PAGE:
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Rhyolite Ghost Town

Rhyolite

 

 

 

Location: Nye County, NV  Map

Founded: 1904

 

 

 

Description of Rhyolite Ghost Town

Rhyolite, Nevada was found in 1904 on a site of golden deposit. The story of Rhyolite starts in August 1904 when two prospectors Frank "Shorty" Harris and Ernest L. "Ed" Cross finally discovered golden ore. A sensible man or a woman would probably keep their mouths shut about the discovery. But not these geniuses. They told everyone about the finding and a new settlement appeared here in November of the same year. Lucky fellows had one hell of a company now. Well, least it was not very boring with 1500 other prospectors here. Three years in 1907 later Rhyolite already counted 6000 residents. However earthquake of San Francisco on April 18, 1906 cut the cash flow short. By April of 1910 remaining 675 citizens of the city were left in the darkness after electricity was cut. By 1920 only 14 people remained in the abandoned ghost town.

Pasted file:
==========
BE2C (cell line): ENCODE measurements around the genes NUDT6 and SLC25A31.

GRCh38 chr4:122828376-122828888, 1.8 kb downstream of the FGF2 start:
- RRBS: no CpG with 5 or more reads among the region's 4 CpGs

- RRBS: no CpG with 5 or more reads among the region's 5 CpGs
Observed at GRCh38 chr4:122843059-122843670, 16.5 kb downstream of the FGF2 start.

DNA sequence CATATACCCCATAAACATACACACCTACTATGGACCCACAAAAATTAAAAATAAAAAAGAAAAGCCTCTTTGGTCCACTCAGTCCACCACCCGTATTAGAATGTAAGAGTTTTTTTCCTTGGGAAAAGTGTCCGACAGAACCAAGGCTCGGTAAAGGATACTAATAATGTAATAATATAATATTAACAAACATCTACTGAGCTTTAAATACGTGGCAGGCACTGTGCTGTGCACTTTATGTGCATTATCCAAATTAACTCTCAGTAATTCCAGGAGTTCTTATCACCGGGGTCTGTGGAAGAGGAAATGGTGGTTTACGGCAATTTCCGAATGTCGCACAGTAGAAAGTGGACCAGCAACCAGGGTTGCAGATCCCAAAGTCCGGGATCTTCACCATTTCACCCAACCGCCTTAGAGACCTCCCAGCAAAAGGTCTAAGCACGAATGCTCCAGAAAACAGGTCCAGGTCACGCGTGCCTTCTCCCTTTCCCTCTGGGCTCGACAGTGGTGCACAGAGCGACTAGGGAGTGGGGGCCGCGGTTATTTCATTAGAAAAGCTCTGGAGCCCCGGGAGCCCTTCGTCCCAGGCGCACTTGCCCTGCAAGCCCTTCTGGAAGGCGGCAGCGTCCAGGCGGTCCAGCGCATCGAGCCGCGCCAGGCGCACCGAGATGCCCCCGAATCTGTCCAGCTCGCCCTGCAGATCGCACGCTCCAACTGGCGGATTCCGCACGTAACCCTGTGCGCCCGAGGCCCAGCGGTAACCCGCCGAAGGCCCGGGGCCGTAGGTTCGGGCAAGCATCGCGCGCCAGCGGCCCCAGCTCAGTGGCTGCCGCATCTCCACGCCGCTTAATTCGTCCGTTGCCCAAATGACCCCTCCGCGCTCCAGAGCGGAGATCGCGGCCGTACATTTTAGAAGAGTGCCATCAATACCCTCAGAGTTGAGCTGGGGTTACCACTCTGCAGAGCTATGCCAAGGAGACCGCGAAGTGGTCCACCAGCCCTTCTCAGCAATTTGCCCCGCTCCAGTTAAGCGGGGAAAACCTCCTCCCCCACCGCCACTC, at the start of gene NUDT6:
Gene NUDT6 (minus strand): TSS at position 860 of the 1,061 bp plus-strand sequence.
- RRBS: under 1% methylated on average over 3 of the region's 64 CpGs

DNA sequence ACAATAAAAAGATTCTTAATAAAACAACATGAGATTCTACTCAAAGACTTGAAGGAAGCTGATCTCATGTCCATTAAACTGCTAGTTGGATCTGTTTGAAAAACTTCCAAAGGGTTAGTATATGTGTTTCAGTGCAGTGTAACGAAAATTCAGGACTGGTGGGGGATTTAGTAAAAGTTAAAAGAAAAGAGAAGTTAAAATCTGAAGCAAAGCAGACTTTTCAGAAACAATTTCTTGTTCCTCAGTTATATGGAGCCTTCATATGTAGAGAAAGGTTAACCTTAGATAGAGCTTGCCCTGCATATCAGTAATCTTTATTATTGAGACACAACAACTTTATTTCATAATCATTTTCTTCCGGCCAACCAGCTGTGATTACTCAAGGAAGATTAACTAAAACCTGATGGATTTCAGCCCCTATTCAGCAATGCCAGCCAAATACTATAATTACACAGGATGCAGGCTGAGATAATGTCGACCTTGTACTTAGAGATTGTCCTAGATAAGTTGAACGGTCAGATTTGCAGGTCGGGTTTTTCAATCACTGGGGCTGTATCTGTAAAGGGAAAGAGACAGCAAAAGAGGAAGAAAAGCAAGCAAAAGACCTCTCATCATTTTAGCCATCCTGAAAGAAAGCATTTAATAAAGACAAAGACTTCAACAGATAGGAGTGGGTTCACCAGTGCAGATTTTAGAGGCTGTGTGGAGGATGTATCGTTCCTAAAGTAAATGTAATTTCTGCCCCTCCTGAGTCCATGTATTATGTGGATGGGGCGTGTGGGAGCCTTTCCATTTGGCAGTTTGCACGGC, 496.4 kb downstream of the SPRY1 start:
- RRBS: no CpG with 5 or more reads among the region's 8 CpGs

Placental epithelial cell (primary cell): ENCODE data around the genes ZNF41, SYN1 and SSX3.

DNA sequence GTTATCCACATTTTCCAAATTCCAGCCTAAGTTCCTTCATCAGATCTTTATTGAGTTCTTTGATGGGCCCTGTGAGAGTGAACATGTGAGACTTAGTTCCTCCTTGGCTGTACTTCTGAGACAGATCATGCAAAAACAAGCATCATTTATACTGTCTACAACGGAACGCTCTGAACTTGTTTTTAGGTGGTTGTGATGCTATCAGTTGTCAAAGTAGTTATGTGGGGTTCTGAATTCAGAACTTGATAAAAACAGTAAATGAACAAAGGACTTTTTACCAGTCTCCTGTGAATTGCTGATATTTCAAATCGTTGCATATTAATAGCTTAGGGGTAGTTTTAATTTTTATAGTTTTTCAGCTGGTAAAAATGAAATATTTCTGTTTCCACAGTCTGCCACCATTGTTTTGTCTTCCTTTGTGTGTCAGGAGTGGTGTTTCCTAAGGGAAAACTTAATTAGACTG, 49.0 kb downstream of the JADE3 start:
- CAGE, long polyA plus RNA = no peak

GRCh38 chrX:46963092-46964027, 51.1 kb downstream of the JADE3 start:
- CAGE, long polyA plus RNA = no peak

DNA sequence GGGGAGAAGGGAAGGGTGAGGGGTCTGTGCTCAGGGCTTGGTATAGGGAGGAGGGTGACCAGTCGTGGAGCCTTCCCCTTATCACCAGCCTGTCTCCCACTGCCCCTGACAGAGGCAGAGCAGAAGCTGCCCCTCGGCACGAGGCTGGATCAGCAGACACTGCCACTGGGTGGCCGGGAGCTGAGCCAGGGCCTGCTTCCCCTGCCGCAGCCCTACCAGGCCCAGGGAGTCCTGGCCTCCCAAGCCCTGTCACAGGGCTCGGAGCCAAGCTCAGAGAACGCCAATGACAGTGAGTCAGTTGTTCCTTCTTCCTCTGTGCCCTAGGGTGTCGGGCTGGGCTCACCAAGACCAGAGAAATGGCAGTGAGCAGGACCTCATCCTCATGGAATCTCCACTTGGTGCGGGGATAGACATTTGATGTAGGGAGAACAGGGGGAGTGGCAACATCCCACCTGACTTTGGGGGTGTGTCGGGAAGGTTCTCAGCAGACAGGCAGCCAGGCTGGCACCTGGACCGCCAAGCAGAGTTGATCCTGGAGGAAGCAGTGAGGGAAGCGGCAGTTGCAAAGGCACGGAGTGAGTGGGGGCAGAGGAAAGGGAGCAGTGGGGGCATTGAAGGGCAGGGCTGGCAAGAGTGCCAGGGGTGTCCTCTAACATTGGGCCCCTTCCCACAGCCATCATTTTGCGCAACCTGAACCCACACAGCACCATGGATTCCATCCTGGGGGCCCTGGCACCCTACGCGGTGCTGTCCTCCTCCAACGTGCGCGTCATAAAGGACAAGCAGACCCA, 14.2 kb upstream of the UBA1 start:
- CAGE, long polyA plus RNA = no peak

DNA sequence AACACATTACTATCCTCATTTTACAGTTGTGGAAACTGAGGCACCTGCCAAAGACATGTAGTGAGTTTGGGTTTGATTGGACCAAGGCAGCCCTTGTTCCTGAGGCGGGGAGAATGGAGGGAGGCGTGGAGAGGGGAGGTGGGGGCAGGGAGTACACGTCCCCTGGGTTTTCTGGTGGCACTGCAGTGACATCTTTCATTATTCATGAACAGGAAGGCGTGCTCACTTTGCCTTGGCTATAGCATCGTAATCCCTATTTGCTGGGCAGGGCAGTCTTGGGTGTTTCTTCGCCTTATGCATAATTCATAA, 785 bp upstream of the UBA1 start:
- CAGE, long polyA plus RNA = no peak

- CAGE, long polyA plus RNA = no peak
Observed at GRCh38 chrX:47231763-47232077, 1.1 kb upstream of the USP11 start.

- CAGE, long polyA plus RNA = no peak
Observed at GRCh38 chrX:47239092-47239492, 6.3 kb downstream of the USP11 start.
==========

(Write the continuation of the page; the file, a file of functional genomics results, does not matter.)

John S. Cook bank building was constructed in 1907 for $90,000. It had a bank on a first floor, a dentist and other offices on the second and third floors. Additionally it had a post office in the basement. Interior of the structure was lined by imported marble. Modern plumbing and electricity brought its residents to a new century. Too bad its owners did not foresee quick demise of the town. In early 1910 bank was closed. It was quickly stripped of its valuable and left to the elements.

 

 

 

Barrick Bullfrog Mine

Mining in and around Rhyolite after 1920 consisted mainly of working old tailings until a new mine opened in 1988 on the south side of Ladd Mountain. A company known as Bond Gold built an open-pit mine and mill at the site, about 1 mile (1.6 km) south of Rhyolite along State Route 374. LAC Minerals acquired the mine from Bond in 1989 and established an underground mine there in 1991 after a new body of ore called the North Extension was discovered. Barrick Gold acquired LAC Minerals in 1994 and continued to extract and process ore at what became known as the Barrick Bullfrog Mine until the end of 1998. The mine used a chemical extraction process known as vat leaching involving the use of a weak cyanide solution. The process, like heap leaching, makes it possible to process ore profitably that otherwise would not qualify as mill-grade. Over its entire life, the mine processed about 2,800,000 short tons (2,500,000 t) of ore and produced about 690,000 ounces (20,000 kg) of gold.